Good company in a journey makes the way seem shorter. — Izaak Walton
The below is a re-publishing of our first blog entry, posted back in November. It’s a new year, please enjoy.
The above quote seems incredibly appropriate considering this is my first blog post ever so in that way, yes the journey is indeed beginning, however, my team and I, our journey began 4 years ago. If you read the “About”, you learned a bit about the page, a tiny bit about myself…my name is Gabe by the way, but mostly what this is all about. Hopefully you’ll ride along with me in this little literary adventure of my first blog.
The below pictures are from our maiden voyage as Team Runnin’ Not Walken. You can find the team on Facebook, Twitter, and Instagram if you’d like at @runninnotwalken. We’re now 3 teams in and probably have had more than 2 dozen different people run with us but in a lot of ways, this first team was pretty special.
It all started in the fall of 2014. I had observed a post from a local runner who had participated in Ragnar Relay Tennessee, @ragnarrelay, and I thought to myself…that looks absolutely amazing. It really seemed pretty cool but I’ll be the first to admit it now as much as then that I was in no way prepared for it. Three Ragnar’s later and sometimes I feel like the process is refined but I’m still in many ways….not prepared for it.
A bit more about myself: I’m writing about runners doing good and all of the great things that they have done or are doing and I feel like I’m far more accomplished on the team ops side than I am an actual runner but here’s the thing, I’m terribly drawn in by the running community. I think it’s pretty amazing. I don’t pretend to be great at it and I think that’s why I’ve been so ready to lift others up because my own goals and efforts at it have been more about preparation and part of the process than anything about myself individually. That may change but from it didn’t take long for this to be more about the team than anything else.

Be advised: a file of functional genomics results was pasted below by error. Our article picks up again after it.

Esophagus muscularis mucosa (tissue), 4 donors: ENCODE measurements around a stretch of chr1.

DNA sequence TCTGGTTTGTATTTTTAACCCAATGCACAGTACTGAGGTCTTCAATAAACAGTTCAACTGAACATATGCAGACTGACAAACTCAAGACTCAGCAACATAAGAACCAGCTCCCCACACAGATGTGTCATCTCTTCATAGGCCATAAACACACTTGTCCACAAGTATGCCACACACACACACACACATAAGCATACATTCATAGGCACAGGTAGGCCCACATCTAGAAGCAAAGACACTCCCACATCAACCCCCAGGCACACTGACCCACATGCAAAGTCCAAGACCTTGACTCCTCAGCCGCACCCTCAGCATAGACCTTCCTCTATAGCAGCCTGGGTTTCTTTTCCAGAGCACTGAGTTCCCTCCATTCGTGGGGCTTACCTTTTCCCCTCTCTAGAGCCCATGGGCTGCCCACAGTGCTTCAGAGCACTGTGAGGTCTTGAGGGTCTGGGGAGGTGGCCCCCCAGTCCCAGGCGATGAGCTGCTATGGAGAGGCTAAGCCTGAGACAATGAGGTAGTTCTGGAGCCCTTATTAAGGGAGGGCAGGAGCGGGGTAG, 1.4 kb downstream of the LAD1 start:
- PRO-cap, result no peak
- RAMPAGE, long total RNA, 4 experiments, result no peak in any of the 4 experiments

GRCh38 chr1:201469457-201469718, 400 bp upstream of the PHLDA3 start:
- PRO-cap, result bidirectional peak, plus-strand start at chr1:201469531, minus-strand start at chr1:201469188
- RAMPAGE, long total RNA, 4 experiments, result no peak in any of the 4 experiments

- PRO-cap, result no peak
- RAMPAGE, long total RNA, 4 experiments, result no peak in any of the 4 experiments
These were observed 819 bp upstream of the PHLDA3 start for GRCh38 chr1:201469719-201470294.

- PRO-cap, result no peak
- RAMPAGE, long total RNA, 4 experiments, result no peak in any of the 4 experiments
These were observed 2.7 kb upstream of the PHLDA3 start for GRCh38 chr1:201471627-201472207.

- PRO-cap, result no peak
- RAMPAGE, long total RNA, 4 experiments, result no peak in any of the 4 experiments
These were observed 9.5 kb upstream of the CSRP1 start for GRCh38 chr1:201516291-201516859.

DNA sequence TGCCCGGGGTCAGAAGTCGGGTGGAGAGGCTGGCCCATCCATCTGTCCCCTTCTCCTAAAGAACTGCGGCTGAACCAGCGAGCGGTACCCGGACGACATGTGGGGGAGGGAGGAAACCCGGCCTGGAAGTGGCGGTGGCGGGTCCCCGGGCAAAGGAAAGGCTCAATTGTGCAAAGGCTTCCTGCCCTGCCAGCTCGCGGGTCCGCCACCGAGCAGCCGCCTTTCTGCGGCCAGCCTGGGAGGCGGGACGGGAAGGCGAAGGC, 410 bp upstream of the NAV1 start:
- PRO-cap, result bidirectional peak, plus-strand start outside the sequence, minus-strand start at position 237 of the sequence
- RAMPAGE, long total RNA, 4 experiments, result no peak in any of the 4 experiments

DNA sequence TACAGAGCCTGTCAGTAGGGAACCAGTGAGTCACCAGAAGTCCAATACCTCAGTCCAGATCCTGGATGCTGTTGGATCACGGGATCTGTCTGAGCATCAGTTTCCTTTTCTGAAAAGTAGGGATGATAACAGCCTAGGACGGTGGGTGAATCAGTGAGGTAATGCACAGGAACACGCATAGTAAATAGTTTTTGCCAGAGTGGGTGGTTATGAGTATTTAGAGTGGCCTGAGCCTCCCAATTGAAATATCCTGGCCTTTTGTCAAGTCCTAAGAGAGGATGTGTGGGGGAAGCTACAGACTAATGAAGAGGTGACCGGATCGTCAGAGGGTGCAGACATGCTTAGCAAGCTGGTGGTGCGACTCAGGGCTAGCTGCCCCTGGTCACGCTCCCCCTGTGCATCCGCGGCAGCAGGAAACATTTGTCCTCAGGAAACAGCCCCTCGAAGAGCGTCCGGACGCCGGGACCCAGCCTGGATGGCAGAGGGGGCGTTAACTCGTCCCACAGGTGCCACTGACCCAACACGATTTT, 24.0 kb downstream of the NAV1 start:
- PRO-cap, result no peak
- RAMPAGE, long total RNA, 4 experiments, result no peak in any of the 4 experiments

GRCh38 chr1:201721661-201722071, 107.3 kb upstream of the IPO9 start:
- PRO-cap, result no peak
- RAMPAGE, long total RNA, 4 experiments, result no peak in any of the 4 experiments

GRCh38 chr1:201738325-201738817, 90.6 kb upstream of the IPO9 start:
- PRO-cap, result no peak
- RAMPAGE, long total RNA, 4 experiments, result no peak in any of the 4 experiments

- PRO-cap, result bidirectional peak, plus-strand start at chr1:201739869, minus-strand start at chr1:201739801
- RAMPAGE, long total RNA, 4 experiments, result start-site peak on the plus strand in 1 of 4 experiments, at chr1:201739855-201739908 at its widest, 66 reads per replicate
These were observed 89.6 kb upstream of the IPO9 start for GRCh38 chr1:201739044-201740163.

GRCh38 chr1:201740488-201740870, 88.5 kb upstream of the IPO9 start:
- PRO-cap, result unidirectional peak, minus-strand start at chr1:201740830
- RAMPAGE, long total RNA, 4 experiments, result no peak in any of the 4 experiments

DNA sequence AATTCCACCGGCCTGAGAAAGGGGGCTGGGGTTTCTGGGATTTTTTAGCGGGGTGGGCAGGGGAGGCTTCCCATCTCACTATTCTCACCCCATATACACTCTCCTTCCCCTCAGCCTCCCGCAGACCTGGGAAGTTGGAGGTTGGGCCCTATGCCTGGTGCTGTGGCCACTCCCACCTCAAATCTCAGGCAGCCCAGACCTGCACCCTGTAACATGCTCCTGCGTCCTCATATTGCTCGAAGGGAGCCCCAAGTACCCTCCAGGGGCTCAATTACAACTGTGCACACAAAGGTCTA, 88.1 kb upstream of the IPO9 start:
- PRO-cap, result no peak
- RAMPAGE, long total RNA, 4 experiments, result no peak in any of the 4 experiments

A little more, I sprinted and long jumped in high school after 4 days of excruciatingly painful long distance training. I realize it wasn’t much but I knew it wasn’t for me. So it’s pretty ironic that I’m filling this space that’s devoted to long distance accomplishment and I’m nearly 20 years past when I considered myself really athletic. I in fact, hated long distance running of any sort at the time and even more ironic is the fact that when I signed up for that first Ragnar, the longest run I’d ever had in my life that I’d signed up for and actually ran was 4 miles and so signing up for a Ragnar Relay where you’d run 3 times in 30 some hours and could be over 15 miles in that time was a gigantic leap of sorts.
So why a Ragnar? Again, it looked like a massive challenge. I was somewhat out of shape. My wife and I had been married a few years, happily I might add, and it’s not an exaggeration to say that every time she had a baby, once I took those 2-3 weeks off to help at home, I ate my way through those 3 weeks. It wasn’t stress eating really it was just that people brought food over constantly and I couldn’t step away from it. Something needed to happen and when I saw what this Ragnar Relay thing was about, the next thing that crossed my mind was how can I do this and it came down to simply seeing who else would be willing to do this crazy thing.
From there, I reached out to a couple cousins and surprisingly, they sounded like they were in. It wasn’t long until we all agreed to talk somewhere around our family Christmas party which was usually the middle of December. We only talked briefly but the consensus was that if we were going to do this, let’s do it before pricing increases even more. One cousin, Sarah, seem convinced that she could could round up some friends from Madison, WI where she and her husband, Andy, were living. I was down with that so I told her to do what she could. I had at least 3-4 which put me close to figuring out one van.